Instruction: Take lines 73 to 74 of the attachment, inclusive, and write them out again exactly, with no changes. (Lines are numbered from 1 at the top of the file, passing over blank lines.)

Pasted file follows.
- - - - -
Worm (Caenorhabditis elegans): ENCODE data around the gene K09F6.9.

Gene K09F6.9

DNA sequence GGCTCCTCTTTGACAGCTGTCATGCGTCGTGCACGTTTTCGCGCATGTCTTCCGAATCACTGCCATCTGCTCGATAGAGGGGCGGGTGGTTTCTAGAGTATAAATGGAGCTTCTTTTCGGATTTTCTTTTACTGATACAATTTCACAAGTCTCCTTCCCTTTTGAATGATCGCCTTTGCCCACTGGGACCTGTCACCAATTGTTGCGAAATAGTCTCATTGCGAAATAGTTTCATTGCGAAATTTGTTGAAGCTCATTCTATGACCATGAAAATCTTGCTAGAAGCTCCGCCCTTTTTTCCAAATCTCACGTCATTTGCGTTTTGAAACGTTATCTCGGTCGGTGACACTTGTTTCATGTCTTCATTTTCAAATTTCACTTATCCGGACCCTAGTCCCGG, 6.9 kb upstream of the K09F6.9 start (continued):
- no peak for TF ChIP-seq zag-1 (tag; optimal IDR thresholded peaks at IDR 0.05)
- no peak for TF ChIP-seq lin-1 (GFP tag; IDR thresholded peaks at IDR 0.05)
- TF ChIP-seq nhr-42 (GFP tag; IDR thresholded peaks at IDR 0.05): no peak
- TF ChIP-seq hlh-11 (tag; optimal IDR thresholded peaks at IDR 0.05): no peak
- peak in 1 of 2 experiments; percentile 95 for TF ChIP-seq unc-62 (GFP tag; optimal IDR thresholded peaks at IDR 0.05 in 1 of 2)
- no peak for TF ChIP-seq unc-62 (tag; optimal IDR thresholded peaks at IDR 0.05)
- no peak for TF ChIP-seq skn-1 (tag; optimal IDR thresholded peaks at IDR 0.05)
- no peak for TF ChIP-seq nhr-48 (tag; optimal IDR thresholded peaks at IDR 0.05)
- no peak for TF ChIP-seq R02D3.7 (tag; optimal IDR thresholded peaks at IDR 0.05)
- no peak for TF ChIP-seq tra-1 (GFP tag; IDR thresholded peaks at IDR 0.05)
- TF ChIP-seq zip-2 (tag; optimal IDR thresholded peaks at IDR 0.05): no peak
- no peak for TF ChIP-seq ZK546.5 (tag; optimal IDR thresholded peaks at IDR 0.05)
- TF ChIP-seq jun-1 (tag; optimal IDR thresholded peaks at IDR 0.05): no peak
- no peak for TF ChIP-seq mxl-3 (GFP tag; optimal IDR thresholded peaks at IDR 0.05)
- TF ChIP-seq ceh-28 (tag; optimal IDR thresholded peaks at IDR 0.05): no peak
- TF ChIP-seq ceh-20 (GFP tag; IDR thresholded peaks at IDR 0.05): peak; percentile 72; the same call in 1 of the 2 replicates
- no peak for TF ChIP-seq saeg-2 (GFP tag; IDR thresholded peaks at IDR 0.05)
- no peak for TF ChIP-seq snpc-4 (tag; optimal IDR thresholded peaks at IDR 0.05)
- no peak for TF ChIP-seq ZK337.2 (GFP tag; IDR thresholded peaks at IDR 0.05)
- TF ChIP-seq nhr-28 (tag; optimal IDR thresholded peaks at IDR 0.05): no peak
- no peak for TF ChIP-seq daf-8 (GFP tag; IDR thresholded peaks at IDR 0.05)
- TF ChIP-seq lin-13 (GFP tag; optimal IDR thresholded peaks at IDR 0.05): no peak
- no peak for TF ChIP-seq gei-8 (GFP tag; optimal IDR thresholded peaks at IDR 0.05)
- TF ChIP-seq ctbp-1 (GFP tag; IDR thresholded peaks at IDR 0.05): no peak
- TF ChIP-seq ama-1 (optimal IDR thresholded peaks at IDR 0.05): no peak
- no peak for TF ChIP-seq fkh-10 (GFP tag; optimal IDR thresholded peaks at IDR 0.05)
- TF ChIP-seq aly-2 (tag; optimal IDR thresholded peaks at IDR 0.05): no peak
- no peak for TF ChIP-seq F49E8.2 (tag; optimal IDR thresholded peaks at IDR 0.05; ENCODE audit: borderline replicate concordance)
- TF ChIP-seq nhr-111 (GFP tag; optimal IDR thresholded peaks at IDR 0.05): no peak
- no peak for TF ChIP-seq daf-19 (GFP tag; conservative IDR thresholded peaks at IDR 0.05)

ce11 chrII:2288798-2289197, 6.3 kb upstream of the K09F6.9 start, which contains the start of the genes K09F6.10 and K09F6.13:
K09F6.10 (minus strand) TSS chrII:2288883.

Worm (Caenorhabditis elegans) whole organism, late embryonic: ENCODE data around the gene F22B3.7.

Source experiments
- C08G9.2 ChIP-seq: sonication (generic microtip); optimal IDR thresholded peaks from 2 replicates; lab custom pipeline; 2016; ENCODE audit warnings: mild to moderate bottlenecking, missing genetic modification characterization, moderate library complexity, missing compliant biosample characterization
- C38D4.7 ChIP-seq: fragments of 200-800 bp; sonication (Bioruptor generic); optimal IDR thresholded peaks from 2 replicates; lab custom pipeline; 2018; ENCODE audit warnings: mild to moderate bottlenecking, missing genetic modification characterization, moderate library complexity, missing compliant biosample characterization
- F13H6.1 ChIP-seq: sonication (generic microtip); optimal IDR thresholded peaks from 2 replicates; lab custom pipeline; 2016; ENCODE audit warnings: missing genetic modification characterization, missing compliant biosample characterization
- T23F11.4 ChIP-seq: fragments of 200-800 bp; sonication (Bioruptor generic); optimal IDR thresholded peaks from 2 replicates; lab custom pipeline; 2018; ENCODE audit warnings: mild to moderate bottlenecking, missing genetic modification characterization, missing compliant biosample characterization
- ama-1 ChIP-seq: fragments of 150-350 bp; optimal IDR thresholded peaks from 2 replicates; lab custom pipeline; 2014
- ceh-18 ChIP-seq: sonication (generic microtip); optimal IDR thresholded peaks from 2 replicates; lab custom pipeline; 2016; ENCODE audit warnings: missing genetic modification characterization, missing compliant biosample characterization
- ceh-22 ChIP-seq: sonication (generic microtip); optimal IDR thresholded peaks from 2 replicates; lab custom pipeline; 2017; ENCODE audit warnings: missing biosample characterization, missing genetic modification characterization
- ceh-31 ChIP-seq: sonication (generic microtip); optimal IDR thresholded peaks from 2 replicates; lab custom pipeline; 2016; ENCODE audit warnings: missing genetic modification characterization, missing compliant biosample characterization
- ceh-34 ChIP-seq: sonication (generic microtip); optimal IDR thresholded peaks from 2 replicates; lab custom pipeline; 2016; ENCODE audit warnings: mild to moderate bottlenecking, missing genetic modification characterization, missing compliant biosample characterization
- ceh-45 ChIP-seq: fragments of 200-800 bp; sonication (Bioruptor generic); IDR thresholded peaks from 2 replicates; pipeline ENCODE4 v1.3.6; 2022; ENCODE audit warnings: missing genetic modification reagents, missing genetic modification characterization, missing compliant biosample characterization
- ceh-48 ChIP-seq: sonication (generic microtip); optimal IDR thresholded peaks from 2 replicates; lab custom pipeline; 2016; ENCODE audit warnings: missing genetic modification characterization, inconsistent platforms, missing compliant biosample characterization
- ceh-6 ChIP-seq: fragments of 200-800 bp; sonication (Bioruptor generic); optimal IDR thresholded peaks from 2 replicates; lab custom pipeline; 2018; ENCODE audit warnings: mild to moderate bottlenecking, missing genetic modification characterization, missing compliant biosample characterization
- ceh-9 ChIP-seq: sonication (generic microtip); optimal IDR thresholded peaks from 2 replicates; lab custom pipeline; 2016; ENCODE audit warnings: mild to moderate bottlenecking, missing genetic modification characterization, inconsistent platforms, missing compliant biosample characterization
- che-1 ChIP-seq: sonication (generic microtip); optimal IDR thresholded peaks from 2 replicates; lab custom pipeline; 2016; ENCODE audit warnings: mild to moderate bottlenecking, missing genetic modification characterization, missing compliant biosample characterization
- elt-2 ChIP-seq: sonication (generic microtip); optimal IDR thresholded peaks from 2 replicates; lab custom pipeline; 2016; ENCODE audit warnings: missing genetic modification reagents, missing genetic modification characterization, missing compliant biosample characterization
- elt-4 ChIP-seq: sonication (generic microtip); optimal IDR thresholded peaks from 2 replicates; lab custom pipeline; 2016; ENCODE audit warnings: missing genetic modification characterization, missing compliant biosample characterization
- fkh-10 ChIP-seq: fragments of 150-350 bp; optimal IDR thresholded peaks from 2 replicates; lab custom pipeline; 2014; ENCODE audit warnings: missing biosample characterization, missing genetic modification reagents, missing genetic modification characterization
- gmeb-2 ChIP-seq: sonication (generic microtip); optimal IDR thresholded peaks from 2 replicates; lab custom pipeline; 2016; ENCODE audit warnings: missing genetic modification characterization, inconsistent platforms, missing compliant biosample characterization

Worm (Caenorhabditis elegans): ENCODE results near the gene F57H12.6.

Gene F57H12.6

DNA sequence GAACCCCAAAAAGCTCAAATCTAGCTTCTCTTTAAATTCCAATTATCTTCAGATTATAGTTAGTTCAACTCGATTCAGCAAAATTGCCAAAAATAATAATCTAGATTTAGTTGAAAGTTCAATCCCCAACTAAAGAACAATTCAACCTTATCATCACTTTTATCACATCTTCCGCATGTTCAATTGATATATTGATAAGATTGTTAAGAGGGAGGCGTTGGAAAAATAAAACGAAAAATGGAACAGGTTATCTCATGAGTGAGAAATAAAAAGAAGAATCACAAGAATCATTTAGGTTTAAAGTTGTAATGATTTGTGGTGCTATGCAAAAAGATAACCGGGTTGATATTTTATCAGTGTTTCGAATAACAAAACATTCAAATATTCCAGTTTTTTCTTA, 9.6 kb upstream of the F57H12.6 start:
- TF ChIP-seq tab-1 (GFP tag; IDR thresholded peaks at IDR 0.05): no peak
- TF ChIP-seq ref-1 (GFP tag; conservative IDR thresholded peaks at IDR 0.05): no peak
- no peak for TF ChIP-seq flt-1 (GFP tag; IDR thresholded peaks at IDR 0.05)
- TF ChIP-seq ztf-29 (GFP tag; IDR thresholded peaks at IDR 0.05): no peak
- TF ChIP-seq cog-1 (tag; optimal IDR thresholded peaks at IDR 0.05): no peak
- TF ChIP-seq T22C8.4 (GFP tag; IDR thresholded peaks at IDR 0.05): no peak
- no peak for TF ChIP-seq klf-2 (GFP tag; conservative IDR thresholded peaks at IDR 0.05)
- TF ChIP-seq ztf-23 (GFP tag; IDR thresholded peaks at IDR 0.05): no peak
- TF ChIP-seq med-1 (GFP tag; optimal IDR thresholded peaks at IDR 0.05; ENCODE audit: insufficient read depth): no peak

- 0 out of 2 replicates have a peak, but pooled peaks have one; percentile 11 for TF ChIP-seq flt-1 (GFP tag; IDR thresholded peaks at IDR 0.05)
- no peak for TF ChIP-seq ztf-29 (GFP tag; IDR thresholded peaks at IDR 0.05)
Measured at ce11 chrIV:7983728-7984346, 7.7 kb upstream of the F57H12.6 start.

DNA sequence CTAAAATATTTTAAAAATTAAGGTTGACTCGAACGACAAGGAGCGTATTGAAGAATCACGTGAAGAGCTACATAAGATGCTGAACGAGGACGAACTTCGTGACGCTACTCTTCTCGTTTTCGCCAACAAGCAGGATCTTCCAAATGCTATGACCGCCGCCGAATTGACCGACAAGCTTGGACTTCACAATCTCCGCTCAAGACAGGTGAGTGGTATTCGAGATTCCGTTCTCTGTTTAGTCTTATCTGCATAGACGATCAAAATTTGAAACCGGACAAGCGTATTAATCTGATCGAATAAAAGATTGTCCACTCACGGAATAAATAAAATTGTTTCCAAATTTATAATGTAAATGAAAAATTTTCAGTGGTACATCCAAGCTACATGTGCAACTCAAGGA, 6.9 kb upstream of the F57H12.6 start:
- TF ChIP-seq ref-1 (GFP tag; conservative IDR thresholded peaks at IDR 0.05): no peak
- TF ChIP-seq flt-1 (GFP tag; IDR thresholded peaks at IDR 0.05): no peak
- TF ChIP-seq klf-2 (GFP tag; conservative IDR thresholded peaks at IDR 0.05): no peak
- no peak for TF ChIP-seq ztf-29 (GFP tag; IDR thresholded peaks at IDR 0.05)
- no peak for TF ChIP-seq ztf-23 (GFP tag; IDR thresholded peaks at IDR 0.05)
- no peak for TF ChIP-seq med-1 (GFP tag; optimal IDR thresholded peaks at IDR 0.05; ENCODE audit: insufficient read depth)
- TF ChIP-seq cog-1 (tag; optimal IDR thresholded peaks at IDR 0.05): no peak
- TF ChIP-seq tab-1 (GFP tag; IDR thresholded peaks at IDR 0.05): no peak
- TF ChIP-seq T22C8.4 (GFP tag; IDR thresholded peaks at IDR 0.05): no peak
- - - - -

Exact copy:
- TF ChIP-seq flt-1 (GFP tag; IDR thresholded peaks at IDR 0.05): no peak
- TF ChIP-seq klf-2 (GFP tag; conservative IDR thresholded peaks at IDR 0.05): no peak